After dinner and chores were completed, we cracked open some more beers and folks started peeling off for our first real night in the canyon. The temps were high, but a decent breeze through out the night kept me nice and cool in my hammock.
At some point during the night I woke up to use the restroom and found my way to the waters edge. I was recruited by some other members of the group who had become aware that our boats were no longer in the water. The water of this stretch of the Colorado is controlled by dam releases that are used mainly to produce electricity. When they stop production, the water subsequently drops. So the effect is a high and low tide that is much harder to predict than the ocean tides. So we set to work untying the heavy AF rafts and slowly working them side to side to unstick them from the mud/sand they had settled into. We eventually got them back to where they were floating and silently crept back to our sleeping quarters. This type of late night party was not uncommon for the rest of the trip.
AUG 4 - RM 11 to 29.5. We were again up early (530) - this will be the norm for the next 15 days. Breakfast was made, boats were slowly rigged, our first rapid, less than 200 yards down stream was studied carefully from shore, and we kicked off the day with a clean group run through Soap Creek Rapid (5). My nerves settled down and we pushed water for a few more miles through light riffles until we reached House Rock Rapid (7), our first major rapid of the trip.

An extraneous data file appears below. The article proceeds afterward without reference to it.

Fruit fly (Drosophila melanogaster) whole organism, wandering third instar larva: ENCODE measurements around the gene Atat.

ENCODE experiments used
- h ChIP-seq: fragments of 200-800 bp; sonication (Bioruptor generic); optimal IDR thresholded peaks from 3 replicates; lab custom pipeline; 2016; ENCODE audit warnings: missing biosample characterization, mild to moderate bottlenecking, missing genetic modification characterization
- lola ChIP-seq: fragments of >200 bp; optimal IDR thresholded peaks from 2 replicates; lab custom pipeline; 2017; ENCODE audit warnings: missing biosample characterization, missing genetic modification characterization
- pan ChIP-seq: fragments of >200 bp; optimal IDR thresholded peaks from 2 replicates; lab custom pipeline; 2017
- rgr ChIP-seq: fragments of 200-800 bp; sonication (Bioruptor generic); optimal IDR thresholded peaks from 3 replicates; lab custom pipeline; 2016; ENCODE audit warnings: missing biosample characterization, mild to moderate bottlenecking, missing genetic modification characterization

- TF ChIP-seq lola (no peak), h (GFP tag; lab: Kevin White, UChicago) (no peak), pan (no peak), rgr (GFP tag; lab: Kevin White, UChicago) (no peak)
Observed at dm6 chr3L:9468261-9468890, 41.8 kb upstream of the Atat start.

We ate lunch right above House Rock, which gave us plenty of time to come up with a solid plan to run the rapid. Everyone made it cleanly through the rapid and we pushed on down the river.
Our afternoon was filled with a group of rapids known as the roaring twenties, 9 rapids class 4-6 all in 8 miles of each other, 3 of which we scouted by foot. It was action packed and all the rafts thankfully stayed upright, we did have one kayaker take a swim, and another kayaker lost a pair of glasses while upside down through a rapid at one point. We were all bushed, put pushed on to find a camp. When we got to the camp we had chosen on the map, it was taken, so we decided to set up a makeshift campsite on a sand bar, hoping our predictions of the GC tides were correct, and we wouldn’t end up submerged in the middle of the night - thankfully we were correct. We all collectively huddled our sleeping quarters on the one accessible spot of land that wasn’t visibly effected by the tide and reveled in the amazing day we had just had. Steak and salmon were cooked on the grill for dinner, and many beers were drank as we watched the milky way and meteors fly overhead.
AUG 5 - RM 29.5 to 44. The group was getting used to early mornings, and we enjoyed a breakfast of bagels and lox before tearing down the kitchen, toilet and sleeping quarters. We got our boats loaded and we were on the water by 10. With our water supplies dwindling, we decided to pull over at Vaseys Paradise to filter water from a spring here. We made pretty quick work of the chore, with everyone pitching in to fire-line buckets of water down to shore to be filtered.
Less than a mile below Vasey’s was the Redwall Cavern, where we stopped for a long lunch and a group photo. The cavern was carved out by the raging Colorado back when it wasn’t flood controlled, and its a pretty magical place to hang out.